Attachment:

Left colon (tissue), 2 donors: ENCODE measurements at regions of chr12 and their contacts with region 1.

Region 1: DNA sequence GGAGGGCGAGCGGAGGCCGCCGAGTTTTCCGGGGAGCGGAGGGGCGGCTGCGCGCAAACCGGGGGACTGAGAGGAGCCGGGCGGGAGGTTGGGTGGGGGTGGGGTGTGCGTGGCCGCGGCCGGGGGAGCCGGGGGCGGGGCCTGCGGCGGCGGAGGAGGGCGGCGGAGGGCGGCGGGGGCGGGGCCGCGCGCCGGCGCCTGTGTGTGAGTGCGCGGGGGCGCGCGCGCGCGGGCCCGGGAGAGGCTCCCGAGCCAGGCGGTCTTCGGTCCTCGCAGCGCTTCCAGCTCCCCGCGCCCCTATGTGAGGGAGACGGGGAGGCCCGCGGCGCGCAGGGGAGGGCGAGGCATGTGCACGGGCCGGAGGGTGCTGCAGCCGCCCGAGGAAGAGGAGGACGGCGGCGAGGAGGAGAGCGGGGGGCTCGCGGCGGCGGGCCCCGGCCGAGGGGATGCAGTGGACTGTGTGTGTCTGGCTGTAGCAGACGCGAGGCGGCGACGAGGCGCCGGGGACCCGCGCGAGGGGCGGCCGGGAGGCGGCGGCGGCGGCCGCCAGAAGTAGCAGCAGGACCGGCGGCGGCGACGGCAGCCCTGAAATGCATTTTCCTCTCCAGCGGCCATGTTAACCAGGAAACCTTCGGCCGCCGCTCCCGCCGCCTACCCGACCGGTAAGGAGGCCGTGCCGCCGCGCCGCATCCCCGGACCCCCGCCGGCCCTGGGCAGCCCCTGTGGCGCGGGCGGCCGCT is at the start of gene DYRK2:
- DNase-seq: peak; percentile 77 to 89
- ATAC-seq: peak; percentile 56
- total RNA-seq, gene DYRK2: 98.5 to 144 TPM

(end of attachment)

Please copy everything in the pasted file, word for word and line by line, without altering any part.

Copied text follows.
Left colon (tissue), 2 donors: ENCODE measurements at regions of chr12 and their contacts with region 1.

Region 1: DNA sequence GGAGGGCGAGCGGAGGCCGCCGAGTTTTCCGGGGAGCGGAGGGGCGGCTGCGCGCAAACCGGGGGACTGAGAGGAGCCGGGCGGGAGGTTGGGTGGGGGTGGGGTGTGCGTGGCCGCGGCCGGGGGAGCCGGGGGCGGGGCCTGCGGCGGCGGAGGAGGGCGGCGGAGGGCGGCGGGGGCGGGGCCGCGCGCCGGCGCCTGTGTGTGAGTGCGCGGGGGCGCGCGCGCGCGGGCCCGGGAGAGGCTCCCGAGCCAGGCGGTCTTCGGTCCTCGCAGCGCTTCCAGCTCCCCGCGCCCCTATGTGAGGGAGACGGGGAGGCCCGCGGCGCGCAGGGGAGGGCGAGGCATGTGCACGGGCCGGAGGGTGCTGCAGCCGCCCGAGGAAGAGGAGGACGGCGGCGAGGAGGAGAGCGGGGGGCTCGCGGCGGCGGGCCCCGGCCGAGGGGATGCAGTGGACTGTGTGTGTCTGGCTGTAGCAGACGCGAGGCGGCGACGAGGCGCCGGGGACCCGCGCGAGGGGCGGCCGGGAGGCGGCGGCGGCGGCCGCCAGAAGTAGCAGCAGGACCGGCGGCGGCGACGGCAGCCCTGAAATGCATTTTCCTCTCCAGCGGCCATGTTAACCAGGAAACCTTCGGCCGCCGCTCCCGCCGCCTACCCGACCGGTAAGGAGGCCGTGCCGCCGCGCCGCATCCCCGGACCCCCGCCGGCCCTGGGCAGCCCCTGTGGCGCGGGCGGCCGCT is at the start of gene DYRK2:
- DNase-seq: peak; percentile 77 to 89
- ATAC-seq: peak; percentile 56
- total RNA-seq, gene DYRK2: 98.5 to 144 TPM